As I was listening to the birds the other morning, I thought about the idea of callings in our own lives. I had a misconception of what a calling was for a long time. I had read and been told that we should find work to do that is our passion, find what we are called to do, and if we do it, we will never work a day in our lives. My understanding was that anything short of this would be wasting our time on earth. I often noticed that many people, perhaps most people, do not have the luxury of doing this. My dad worked in a factory. I don’t believe this was his passion or his calling. I do believe it provided him with a way of providing for us. I think that his truth was the same as many people’s truth.
So, what then is a calling? What calls to us and how can we incorporate that into our life?
One thing I now know about callings, after completing the Playing Big course with Tara Mohr, is that we do not have only one or two callings in our lives. When I used to think about callings, I believed that I likely had only one calling, and I’d better get it right because it would inform my life’s work. What pressure! I now realize that we have many, many callings throughout our lives. Some will be big and will stretch over years; some will be very small and will take up less than a day. A better question to ask ourselves than ‘What is my calling?’ is ‘What am I being called to right now?’
As I think about people in my life, some of their callings are visible. Jim, despite his career of being a school principal, and now a financial ‘guy’, is always called to nature; specifically, to animals in nature. He brings this calling to life in so much of the work he does. When he was in education, some of his very favourite moments were taking the students on mountain hikes and camping and introducing them to wildlife and the wonders thereof. These days, when he isn’t at his desk crunching numbers, he sits on the Board of Directors at the Leighton Art Centre; why wasn’t I surprised when he told me he had volunteered to run workshops called, ‘Tracks in the Snow’ and ‘Birdwatching’? This is one of his callings. It gives him joy. It gives him peace.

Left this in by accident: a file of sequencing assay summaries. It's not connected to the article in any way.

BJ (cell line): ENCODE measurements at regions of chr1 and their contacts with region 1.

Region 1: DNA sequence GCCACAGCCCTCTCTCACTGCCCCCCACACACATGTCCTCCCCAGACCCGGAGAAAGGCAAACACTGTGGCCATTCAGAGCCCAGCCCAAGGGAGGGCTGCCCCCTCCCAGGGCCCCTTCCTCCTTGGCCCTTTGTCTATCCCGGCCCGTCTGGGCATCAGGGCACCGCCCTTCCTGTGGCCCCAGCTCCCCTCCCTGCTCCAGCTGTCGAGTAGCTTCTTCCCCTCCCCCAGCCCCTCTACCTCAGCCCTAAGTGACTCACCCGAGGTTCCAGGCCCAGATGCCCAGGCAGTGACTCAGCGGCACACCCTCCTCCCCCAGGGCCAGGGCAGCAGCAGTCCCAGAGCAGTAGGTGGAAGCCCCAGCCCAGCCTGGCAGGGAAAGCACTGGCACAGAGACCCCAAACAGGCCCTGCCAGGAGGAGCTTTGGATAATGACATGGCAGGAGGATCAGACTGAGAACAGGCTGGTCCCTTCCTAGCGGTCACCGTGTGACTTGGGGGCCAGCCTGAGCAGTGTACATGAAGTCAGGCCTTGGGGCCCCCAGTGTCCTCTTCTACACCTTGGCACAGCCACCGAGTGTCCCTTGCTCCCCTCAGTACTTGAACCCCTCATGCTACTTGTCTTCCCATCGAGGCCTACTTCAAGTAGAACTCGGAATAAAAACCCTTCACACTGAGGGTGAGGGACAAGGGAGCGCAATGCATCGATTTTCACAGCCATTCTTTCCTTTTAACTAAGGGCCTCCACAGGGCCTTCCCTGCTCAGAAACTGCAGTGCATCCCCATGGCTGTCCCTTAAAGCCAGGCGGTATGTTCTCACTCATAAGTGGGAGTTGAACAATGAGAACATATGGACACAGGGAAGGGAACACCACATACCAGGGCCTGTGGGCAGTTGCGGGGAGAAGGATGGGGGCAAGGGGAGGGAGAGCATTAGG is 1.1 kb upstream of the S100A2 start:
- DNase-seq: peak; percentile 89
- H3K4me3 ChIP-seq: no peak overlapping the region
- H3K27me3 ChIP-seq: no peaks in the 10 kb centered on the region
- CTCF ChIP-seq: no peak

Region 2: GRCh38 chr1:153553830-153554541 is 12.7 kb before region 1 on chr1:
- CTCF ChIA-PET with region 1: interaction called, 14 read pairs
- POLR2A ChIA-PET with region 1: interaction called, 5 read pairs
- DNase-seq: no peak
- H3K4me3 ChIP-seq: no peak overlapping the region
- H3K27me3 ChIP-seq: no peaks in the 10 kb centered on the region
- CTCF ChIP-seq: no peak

Contrary to my earlier belief, callings are not things that need to be our career. We do not need to make money from them. They do not need to take up the bulk of our time. They simply ask us to make space for them in our lives. Often, the reward from the calling is doing the thing itself. Even a few hours each month spent on a calling creates vast benefits.
Sometimes when people experience a calling, they feel fear. They might be called to do something that will shake up how the world thinks. I’m guessing that the women who stood up for equal rights and more recently for the MeToo movement, felt not only called to speak out, but also felt fear. They may also have felt like they needed to be part of it but they were not qualified. They may have felt like they did not have all the required tools. If only they knew that, according to Tara Mohr, these feelings can be signs of true callings.
I have been lucky in my life. I do believe that my teaching was a calling. I was called to it at a young age and I am still called to teach. To clarify, although I was hired to teach math, and although I love math, this was not the calling. The calling was to provide a place where students could learn about themselves, to feel safe and welcome and be encouraged to grow into their best selves. I wanted to hold up a mirror so they could see themselves in the capable way I saw them, and that by doing this they could bring their own gifts to the world. This is my teaching calling. I am at peace when I teach. I feel energized, I feel like I am contributing and I feel ‘right’. This would be one of those rare callings that does provide an income and that does span over a long time but not all callings are like this.
Lately, I am noticing other callings. I am called to dance. I will never make a cent at this. And yet, no money could replace the feelings of peace and joy it brings to me. I am called to be present for the classes and to bring my best when I am performing. It may make no sense to others; that is the beauty of callings; only the person being called can really understand the pull.
My sister Mary is called to Storytelling. There are stories that she feels compelled to tell; this is a force larger than her. Sometimes she feels resistance, as if she should run in the other direction and yet there is also the feeling that this is her work to do. Jim’s mom is still called, at almost 89 years old, to bring comfort and peace to those facing illness or death. She is also called to sing. And last week she called me to say, ‘I danced! I danced!’ I’m pretty sure this is a calling.
This week our little Benjamin, now four months old, was wearing a wonderful t-shirt that said, Hug Life. When we follow a calling, this is the feeling we experience. The feeling of hugging life. The feeling of rightness, of meaning, of rarity and of wonderful energy and joy.
My inquiry for you this week is, ‘How are you called to Hug Life?’
Elizabeth is a life and leadership coach in Calgary, AB. She provides leadership coaching for individuals and groups and she creates and facilitates custom workshops for corporate, public and private groups. Contact Elizabeth to help you or your organization to figure out how to bring your callings into your life and work.